In The Baseball Dead Of Winter, An Old And Unresolved Ethics Problem Glows Bright

From left to right: MLB, players, and the union.

…as Major League Baseball ignores it, as usual.

Ethics alarms test: Scott Boras, lawyer and player agent, represents two Washington Nationals free agents in their prime. One is Stephen Strasburg, one of the best and most sought after starting pitchers in the game. He was seeking, on the advice of his agent, a long-term contract of more than 30 million dollars a year. Another is Anthony Rendon, third-baseman, and the Nationals’ best player in 2019, their championship year. He also is seeking a salary of at least 30 million per year, over many years. He is a fan favorite in Washington, D.C., and obviously enjoys playing there. Contrary to popular belief, however, Major League baseball teams do not have endless supplies of money, though they have a lot. Mike Rizzo, Washington Nationals general manager, told the sports media and Washington fans that the team could not afford to sign both Strasberg and Rendon at the rates they were demanding and the marketplace dictated.

Is there a problem, and if so, what is it?

You shouldn’t need much time to answer, but then again, thousands of baseball sportswriters and the entire baseball establishment havn’t figured this out over many years, do I’ll give you a “Jeopardy!” period of reflection:

OK, contestants,what’s your answer? Continue reading

Once Again, Baseball Agent Conflicts Are Hurting Players Who Don’t Understand Why

Baseball writers are the tools of baseball player agents, useful idiots who write on and on about the underpaid millionaire players and the unfair owners, who won’t pay them what they “deserve.” They scrupulously avoid educating readers about the unethical player agents who manipulate the system and the players for their own benefit, not their clients.  I have written about the unregulated and largely ethics-free baseball agents before, but their conduct this off-season is unusually revolting.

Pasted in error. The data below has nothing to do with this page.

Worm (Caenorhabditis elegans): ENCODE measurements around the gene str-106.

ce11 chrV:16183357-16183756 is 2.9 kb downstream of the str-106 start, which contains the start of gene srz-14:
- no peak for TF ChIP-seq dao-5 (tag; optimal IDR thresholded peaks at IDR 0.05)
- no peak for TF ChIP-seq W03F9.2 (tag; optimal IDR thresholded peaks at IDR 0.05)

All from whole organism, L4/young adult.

At the top of the list, as usual, is mega-agent Scott Boras, who cleverly treads the line between being an agent and a lawyer—he is both—while having too many stars under his thumb for the sports organizations or bar associations to hold him to account. For example, as a lawyer, Boras would be absolutely bound to tell his clients about a settlement offer, and would be subject to disbarment if he rejected an offer without communicating it to his client (you know, like you regularly see lawyers doing on TV and in the movies). However, there are no player agent rules that require an agent to communicate a team’s salary offer to a player. Agents can, and presumably do, reject offers without their clients ever hearing about them. This, of course, avoids the problem of a baseball star saying, “Oh, hell, that’s more money than I could ever spend anyway. I know it’s less than we talked about, but go ahead and take it.”

Agents have conflicts of interest so grand, and apparently so little understood, that meaningful consent from the client, theoretically the remedy, is virtually impossible. Let’s look at Bryce Harper, Boras’s client who is seeking more than $300 million dollars over a ten year guaranteed contract. Harper is 26 years old and has already made 49 million dollars, not counting endorsements. The functional utility of each dollar he earns is less than the one earned before in his situation. Realistically, there is very little difference between a $250,000,000 contract and a $300,000,000 contract to Harper, except from an ego perspective. The extra 50,000,000 won’t make any difference to him. Boras, however, is a different matter. Let’s say his cut of Harper’s salary is 5%.  He’ll get 15,000,000 if Harper signs for the high figure, but “only” 12,500,000 if Harper agrees to the lower figure. $2.5 million means nothing to Harper: he could throw it down the toilet, and wouldn’t feel a thing. The difference to Boras, however, is much greater in practical, and add to that the marketing advantage of being able to tell potential clients that he set the new all-time record for a free agent contract for his client. Continue reading

Note To Prof. Painter On His Teeth Gnashing Over Trump’s Conflicts: “If You Have No Option, You Have No Problem,” or “NOW You Tell Us?”

Ethics expert Richard Painter, who was White House ethics counsel from 2005 to 2007, has authored a thorough, convincing and I’m quite certain accurate brief about all the problems arising from soon-to-be President Donald Trump’s vast business connections, and the conflicts of interest they can and will involve. It’s an automatic ethics train wreck. Here’s Painter: